Meeting of July 27, 2010

Dr. Libra Hilde on “Cultural, Social, and Political Trends and Events That Led up to the Civil War”

Dr. Libra Hilde, Assistant Professor, Dept. of History, San Jose State University, discussed the cultural, social, and political trends and events that led up to the Civil War. Her exceptional presentation covered a wide variety of issues and generated numerous questions from her enthusiastic audience. Her overall theme dealt with Southern masculinity and the militaristic culture that helped propel the South into a war it could not win.

Lincoln was not an abolitionist and initially maintained a moderate position on the issue of slavery. He was not, however, in favor of expanding the institution into new states and territories. The Republican Party had been founded to limit the expansion of slavery and Southerners feared Lincoln’s election moved the Washington power base from the South to the North. Both sides had fragmented into a number of opposing parties and positions, which allowed events, fueled by emotions, to quickly take over. There was no ability to compromise. The Secessionists, who were better organized and feared Federal intervention, took advantage of the passions of the elections to act, but there was by no means uniformity or consensus among the seceding Southern states.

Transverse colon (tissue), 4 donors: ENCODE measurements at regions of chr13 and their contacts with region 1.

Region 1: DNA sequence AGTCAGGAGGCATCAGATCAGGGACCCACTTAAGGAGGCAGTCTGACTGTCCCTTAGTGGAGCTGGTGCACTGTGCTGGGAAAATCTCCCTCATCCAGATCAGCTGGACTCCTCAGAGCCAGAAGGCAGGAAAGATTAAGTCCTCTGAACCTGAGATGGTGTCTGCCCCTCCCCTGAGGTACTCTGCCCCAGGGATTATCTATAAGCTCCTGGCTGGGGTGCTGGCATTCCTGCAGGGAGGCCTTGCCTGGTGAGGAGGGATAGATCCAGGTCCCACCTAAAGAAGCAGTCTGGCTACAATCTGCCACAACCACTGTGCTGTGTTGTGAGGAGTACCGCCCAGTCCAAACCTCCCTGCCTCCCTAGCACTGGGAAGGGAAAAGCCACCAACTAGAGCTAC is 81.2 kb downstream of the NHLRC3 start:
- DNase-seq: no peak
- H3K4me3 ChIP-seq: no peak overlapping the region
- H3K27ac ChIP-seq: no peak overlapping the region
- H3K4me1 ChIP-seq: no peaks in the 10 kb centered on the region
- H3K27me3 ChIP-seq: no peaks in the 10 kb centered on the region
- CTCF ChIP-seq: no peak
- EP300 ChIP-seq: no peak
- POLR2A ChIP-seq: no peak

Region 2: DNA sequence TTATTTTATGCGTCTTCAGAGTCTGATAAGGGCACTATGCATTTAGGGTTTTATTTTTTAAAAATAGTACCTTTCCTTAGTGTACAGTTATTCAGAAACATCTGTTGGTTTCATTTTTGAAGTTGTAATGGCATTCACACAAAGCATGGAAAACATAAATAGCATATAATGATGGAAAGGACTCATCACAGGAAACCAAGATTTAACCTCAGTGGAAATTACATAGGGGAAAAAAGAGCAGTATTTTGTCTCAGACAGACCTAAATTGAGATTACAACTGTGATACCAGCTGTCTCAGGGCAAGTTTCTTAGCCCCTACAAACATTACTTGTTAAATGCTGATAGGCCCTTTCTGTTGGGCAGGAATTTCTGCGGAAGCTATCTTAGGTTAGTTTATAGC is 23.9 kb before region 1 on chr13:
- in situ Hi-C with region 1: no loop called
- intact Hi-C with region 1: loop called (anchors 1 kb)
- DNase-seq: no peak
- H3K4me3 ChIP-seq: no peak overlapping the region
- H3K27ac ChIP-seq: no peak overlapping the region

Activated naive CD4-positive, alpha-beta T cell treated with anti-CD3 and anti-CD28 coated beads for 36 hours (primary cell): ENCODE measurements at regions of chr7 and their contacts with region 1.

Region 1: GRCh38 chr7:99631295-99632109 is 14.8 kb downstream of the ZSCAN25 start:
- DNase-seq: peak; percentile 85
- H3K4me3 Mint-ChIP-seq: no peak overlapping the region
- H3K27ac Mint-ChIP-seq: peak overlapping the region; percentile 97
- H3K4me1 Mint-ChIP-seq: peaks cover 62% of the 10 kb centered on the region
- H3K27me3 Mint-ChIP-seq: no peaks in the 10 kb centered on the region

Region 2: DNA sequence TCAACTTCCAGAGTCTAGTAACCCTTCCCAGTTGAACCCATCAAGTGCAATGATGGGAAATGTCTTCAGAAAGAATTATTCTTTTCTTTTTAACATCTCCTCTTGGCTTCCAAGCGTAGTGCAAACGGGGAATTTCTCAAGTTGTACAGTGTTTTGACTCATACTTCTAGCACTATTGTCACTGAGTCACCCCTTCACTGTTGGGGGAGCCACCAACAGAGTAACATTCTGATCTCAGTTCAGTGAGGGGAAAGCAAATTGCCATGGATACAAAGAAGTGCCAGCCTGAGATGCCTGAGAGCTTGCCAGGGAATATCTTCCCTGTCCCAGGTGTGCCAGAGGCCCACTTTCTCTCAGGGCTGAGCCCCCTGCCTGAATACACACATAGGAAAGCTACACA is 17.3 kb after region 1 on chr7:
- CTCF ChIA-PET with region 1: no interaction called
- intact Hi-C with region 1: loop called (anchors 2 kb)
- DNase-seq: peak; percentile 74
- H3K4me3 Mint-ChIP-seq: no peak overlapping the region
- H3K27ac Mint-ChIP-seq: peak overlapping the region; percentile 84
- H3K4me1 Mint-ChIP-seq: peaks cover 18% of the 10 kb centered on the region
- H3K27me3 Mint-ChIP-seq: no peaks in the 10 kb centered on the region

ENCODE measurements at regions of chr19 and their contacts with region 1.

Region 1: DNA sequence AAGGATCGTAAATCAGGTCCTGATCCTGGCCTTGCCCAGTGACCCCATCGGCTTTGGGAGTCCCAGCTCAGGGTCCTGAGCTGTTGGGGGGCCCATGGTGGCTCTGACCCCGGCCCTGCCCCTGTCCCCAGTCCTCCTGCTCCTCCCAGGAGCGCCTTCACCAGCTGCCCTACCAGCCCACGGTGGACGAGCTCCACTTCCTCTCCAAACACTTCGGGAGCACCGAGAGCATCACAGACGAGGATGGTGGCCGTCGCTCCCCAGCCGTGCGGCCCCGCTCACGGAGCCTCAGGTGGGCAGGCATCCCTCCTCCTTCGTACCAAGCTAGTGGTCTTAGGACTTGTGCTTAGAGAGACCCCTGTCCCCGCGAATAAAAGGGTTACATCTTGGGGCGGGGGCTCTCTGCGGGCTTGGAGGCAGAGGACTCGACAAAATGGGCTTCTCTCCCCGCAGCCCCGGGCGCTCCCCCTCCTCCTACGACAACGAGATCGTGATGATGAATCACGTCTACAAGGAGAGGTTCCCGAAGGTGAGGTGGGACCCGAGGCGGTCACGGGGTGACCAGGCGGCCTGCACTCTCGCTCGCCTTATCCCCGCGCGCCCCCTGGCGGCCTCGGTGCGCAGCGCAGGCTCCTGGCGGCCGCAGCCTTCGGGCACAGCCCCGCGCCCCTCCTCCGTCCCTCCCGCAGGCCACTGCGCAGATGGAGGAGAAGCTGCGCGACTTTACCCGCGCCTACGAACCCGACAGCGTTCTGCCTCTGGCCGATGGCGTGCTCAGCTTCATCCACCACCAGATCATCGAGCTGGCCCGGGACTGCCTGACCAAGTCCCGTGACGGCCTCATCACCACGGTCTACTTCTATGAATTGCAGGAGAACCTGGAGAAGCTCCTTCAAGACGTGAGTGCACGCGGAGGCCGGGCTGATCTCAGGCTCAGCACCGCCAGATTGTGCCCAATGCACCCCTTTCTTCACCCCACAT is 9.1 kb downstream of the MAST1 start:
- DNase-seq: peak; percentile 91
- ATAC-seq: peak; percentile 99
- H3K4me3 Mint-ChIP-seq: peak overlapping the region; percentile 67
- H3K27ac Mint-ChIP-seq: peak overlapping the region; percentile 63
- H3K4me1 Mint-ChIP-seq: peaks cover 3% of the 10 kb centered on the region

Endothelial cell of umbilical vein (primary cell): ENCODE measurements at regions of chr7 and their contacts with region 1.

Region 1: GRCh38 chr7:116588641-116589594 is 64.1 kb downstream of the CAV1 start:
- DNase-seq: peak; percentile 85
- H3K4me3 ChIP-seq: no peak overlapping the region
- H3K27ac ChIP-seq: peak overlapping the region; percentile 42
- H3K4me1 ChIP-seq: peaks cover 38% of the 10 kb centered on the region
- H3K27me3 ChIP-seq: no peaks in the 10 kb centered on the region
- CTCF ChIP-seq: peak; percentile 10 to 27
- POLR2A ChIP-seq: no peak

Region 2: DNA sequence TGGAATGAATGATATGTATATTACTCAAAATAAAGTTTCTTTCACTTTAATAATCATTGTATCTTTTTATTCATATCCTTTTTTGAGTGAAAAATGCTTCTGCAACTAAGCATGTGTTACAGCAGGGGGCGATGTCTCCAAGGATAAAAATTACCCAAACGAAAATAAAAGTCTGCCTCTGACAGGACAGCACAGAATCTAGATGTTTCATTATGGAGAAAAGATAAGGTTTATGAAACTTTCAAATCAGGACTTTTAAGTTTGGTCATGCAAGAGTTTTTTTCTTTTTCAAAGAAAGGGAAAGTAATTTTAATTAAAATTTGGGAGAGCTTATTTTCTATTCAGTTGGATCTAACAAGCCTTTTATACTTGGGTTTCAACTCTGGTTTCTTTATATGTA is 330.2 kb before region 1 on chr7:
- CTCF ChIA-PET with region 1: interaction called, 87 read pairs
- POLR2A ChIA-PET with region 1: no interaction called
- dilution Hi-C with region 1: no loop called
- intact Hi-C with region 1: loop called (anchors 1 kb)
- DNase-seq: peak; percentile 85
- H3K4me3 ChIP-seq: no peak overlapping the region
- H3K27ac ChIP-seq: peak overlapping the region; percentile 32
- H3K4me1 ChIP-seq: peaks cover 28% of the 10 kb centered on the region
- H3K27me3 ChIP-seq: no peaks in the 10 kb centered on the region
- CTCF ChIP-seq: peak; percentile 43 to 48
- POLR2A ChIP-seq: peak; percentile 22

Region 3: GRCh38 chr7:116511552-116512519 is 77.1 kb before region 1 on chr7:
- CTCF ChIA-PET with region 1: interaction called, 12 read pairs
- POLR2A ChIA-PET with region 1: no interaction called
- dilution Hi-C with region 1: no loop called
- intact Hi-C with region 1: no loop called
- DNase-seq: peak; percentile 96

Slavery itself was not the primary issue at the start of the war, but all of the tensions that led to the rebellion evolved around the institution of slavery and its possible expansion into new territories. Slavery had created a unique Southern cultural pyramid and mind set. While slave holding families represented only 25% of the Southern population, the poorest white farmer could always aspire to move up into the landed aristocracy. It had also created a massive slave population which needed an outlet—ideally into new states. Southerners, who were a majority fighting in the Mexican War, felt they had a right to these territories. All Southerners lived in fear of slave uprisings and had created numerous local and state militias to patrol areas and to capture runaway slaves. From the militias to the wealthy families, the military was an integral part of their way of life. Southerners outnumbered Northerners at West Point and those unable to get in went to the numerous Military Academies established in the South. Masculinity and chivalry in the South were tied to the military. Southerners had no doubt they could easily defeat the effete Northern city boys. They could not be beaten.

The War created a Southern Nationalism that not only squelched any Southern opposition to slavery but created a militant defense of slavery as a moral good. Both sides used Federalism and states rights when they were convenient. Ironically, the issue of states rights handicapped the Southern Confederacy as a number of seceding states refused to relinquish their State Militias to the Confederacy or to cooperate fully with the Confederate government.

The post Civil War South that we know today was created by the Civil War.

Newsletter July 2010